The U.S. Supreme Court’s reasoning necessarily rests on the value proposition that consumer data is intrinsically worthless. If that were really the case, would companies like Facebook, whose primary assets or products consist of consumer data, have gathered enough gusto to raise millions of dollars of investment funding or reach the point of an initial public offerings? The notion that private data has no value is also inconsistent with the reality of consumer data in light of the large black market that exists for its purchase and sale internationally. Consumer data is regularly bought and sold, fetching high numbers at that. In February, 2014, BBC confirmed that a memory stick containing the personal data of 2,000 Barclay’s customers was stolen and sold “as worth millions on the black market.” In June, 2014, a review of YouTube revealed dozens of videos selling stolen credit card information pilfered through the various data breaches involving blue chip companies that occurred during the earlier part of the year. News reports have confirmed that stolen consumer data is regularly on sale, including information from the data breaches involving P.F. Chang, Target, Home Depot, and others. According to research by Javelin Strategy and Research, selling stolen customer data netted $18 billion in 2014. So if consumer data is being sold on the black market for millions and billions of dollars, why has the U.S. Supreme Court held that the disclosure of private information is worthless unless the consumer has incurred some separate financial loss?
Digging deeper, it appears that the U.S. Supreme Court’s rulings have only impaired consumer rights. State and governmental agencies with enforcement power to pursue administrative actions in connection with privacy breaches have been totally unaffected. In fact, enforcement and corrective actions by the Office of Civil Rights and the Department of Health and Human Services have exponentially grown 1,300% in the past 10 years. In 2014, for example, OCR/HHS investigated 4,463 breaches involving medical information, which resulted in 3,470 corrective actions, as compared to only 339 investigations and 260 corrective actions in 2004. In the past year alone, OCR/HHS has obtained at least $10 million from investigating and fining facilities involved with the breaches of medical information, and the privacy-enforcement business appears to be booming. Jerome Meites, chief regional civil rights counsel at HHS made remarks to the American Bar Association’s recent conference in Chicago, telling attendees that the past 12 months of enforcement will “pale in comparison” to what HHS plans to pursue by way of enforcement actions in the next 12 months.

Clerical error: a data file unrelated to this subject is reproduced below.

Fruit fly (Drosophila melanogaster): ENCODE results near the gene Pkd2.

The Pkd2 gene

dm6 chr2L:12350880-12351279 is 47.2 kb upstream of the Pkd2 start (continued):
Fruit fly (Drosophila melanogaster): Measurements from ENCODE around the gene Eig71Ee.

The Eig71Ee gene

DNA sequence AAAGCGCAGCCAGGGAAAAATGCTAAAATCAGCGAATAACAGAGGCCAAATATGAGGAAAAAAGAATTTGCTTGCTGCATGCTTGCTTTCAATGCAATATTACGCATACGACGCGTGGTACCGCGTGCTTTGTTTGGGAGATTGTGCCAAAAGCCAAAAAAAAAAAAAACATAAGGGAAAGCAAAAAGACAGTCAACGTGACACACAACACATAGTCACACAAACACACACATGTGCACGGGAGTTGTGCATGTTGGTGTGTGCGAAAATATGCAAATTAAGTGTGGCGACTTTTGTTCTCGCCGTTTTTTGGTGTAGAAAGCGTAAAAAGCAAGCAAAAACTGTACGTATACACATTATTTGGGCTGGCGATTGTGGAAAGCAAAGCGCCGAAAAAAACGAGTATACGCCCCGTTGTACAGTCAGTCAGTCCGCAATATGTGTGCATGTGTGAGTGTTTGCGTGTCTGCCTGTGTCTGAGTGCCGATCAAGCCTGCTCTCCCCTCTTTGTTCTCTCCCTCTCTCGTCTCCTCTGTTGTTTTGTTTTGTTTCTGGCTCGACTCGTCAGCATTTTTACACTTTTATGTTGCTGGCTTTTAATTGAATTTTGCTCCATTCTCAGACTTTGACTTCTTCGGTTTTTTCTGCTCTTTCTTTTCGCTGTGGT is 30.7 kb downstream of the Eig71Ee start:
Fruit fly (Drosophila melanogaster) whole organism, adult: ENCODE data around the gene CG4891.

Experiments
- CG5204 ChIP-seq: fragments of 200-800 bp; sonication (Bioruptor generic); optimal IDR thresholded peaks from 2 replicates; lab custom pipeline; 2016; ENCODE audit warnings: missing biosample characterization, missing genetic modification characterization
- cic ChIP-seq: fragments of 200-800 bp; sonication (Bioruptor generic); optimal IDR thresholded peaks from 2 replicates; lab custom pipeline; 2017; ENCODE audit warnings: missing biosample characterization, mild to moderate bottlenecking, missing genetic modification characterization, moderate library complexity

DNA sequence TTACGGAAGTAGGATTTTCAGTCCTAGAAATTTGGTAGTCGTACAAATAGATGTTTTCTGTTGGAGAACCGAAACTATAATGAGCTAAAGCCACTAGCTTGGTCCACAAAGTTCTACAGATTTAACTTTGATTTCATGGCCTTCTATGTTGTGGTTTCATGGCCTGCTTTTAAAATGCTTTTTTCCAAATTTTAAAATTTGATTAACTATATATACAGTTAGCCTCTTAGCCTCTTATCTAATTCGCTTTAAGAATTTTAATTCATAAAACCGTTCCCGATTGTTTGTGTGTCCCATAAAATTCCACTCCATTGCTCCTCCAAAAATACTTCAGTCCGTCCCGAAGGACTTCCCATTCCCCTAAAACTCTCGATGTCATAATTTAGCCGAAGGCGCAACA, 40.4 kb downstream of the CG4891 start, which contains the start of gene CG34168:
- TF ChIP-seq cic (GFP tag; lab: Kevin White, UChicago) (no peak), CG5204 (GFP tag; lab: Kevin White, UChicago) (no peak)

Connecting all the dots, there is no doubt that consumer data is not worthless, and mass privacy breaches of consumer financial or medical information do result in quantifiable damages to the consumer. Nonetheless, consumer privacy rights seem to have been marginalized in a manner unmatched as compared to other rights. There appears to be no other type of mass injury in the legal world for which governmental agencies are permitted to pursue enforcement actions to recover millions of dollars of fines, but for which the victims of such wrongs are left without any meaningful civil remedies at all. Antitrust violations, price-fixing, securities fraud claims, false advertising, deceptive trade practices claims, employee no-hire/no-poach claims, food and drug litigation, and dozens of similar types of claims all allow for the affected individuals to bring civil claims against the perpetrators, regardless of whether governmental actors are successful or not in pursuing separate administrative fines and penalties.
Privacy breaches are not going away. In fact, they are predicted to swell in magnitude, intensity, extent, and number of consumers affected. Whether the victims of these data breaches will have any legal remedies left, on the other hand, remains yet to be seen. For the time being, the Justices presently sitting on the U.S. Supreme Court are going nowhere.